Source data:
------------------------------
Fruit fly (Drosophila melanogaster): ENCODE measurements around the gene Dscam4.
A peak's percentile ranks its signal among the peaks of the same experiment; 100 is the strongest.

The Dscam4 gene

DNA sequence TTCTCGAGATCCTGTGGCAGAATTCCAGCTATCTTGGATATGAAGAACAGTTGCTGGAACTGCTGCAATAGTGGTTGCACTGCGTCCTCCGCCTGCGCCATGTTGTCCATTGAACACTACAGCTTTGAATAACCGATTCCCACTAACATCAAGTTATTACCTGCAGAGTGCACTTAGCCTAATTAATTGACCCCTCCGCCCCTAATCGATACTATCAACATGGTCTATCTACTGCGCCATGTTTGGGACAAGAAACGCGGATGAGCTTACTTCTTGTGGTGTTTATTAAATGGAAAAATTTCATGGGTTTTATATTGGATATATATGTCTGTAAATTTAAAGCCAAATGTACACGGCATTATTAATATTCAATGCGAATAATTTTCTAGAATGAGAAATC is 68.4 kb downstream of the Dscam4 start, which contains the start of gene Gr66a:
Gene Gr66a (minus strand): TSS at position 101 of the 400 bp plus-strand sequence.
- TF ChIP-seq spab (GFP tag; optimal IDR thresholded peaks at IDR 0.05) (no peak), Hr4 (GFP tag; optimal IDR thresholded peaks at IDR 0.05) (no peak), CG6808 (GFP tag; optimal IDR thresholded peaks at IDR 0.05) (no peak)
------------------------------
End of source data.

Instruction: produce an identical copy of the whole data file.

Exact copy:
Fruit fly (Drosophila melanogaster): ENCODE measurements around the gene Dscam4.
A peak's percentile ranks its signal among the peaks of the same experiment; 100 is the strongest.

The Dscam4 gene

DNA sequence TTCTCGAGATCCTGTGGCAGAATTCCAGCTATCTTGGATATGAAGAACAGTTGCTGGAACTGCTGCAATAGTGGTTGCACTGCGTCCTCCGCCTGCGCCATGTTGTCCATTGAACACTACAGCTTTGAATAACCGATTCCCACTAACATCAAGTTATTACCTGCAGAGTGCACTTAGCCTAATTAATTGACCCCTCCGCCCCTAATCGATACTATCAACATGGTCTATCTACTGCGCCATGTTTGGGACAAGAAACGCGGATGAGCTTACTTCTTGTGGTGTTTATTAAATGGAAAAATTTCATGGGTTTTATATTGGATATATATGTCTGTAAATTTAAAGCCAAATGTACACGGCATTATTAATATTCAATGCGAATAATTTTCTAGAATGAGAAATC is 68.4 kb downstream of the Dscam4 start, which contains the start of gene Gr66a:
Gene Gr66a (minus strand): TSS at position 101 of the 400 bp plus-strand sequence.
- TF ChIP-seq spab (GFP tag; optimal IDR thresholded peaks at IDR 0.05) (no peak), Hr4 (GFP tag; optimal IDR thresholded peaks at IDR 0.05) (no peak), CG6808 (GFP tag; optimal IDR thresholded peaks at IDR 0.05) (no peak)